Australian artist Alana Hunt was moved by the ban on pre-paid cellphone and text messaging in Kashmir. She created paper text messages, a few inches of square paper that have the names of an addressee and the writer on top followed by a space for a handwritten message.
Hundreds of Kashmiris responded by writing personal and political messages, which she compiled in a small book, Paper Text Messages from Kashmir. Kashmir Life reproduces her introduction and some paper messages.
Heart, be faithful to his mad refrain – For he soaked the wicks of clay lamps,
lit them each night as he climbed these steps to read messages scratched on planets.
Agha Shahid Ali
The Country Without a Post Office
The lines of nation-states have fractured the shape of Kashmir. Today the mountainous region sits occupied and divided between India, Pakistan and China.
For more than sixty years people in Kashmir have been waiting for the right to self-determination; promised a plebiscite that has not yet come.For the last twenty of those years war has raged in various forms. It is a torn place; endless kilometres of barbed wire run like open veins across its surfaces. Still, life remains in motion.
In the winter of December 2009 close to a thousand “paper txt msgs” were distributed throughout Indian administered Kashmir as a kind of tongue-in-cheek response to the government’s ban on pre-paid mobile phone services in the region.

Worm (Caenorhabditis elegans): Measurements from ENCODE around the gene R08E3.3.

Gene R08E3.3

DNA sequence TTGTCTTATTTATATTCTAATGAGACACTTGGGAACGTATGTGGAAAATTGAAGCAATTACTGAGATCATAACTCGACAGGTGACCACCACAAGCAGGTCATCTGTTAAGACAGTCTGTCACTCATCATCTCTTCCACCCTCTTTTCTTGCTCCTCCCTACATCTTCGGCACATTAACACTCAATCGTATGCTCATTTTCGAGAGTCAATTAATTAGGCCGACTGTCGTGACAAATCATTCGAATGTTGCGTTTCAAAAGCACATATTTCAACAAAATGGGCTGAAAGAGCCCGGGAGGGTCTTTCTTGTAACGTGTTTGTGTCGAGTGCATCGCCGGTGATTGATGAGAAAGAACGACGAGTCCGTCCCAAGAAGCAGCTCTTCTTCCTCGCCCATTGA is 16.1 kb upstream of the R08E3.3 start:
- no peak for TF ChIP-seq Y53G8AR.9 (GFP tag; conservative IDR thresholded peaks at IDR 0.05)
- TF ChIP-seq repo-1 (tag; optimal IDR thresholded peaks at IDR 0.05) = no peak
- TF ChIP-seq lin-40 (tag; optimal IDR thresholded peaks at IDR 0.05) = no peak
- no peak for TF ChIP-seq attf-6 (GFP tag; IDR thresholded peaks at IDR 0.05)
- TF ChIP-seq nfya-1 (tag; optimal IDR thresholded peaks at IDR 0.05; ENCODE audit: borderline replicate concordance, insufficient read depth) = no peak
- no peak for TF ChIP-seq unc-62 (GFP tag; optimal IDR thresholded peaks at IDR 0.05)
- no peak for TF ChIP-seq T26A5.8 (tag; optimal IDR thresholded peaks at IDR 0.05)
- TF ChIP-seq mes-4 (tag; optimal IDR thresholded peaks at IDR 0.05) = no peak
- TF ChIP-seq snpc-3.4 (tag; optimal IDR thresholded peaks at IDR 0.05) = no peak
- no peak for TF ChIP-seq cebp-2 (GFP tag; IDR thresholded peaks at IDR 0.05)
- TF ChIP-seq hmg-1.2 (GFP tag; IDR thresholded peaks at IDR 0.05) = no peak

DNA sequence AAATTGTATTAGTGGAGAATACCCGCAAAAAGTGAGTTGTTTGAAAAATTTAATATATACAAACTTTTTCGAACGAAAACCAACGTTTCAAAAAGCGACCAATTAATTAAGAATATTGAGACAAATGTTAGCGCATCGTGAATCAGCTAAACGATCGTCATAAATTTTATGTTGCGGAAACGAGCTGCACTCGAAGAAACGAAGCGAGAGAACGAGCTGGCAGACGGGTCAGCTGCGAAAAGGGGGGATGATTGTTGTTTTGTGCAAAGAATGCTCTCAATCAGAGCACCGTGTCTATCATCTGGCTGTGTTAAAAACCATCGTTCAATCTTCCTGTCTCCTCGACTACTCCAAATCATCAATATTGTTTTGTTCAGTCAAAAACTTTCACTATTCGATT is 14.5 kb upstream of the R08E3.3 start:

Virtually overnight hundreds of thousands of mobile phone users – people conducting business, college students, families, distanced lovers – were left without means of telecommunication.
There was little more than a whisper across the Indian media; it was not an isolated incident. The monitoring, blocking and banning of phone services is just one of the many ways in which the military occupation intervenes into, disrupts and desecrates the rhythms of daily life in Kashmir.
Through the distribution of an “alternative communicative tool” dejected pre-paid subscribers were invited to write a “paper-txt-msg”, to anyone real or imagined, about anything they would like to write in a txt msg but were suddenly unable to do so.
These paper txt msgs moved between people’s hands in different ways and different places; they carried stories of their own, with many eventually finding their way back to me in New Delhi.
Accompanied by a range of texts that touch upon the experiences of Kashmir today, it is these paper txt msgs, a cacophony of diversely wonderful voices, that fill the following pages….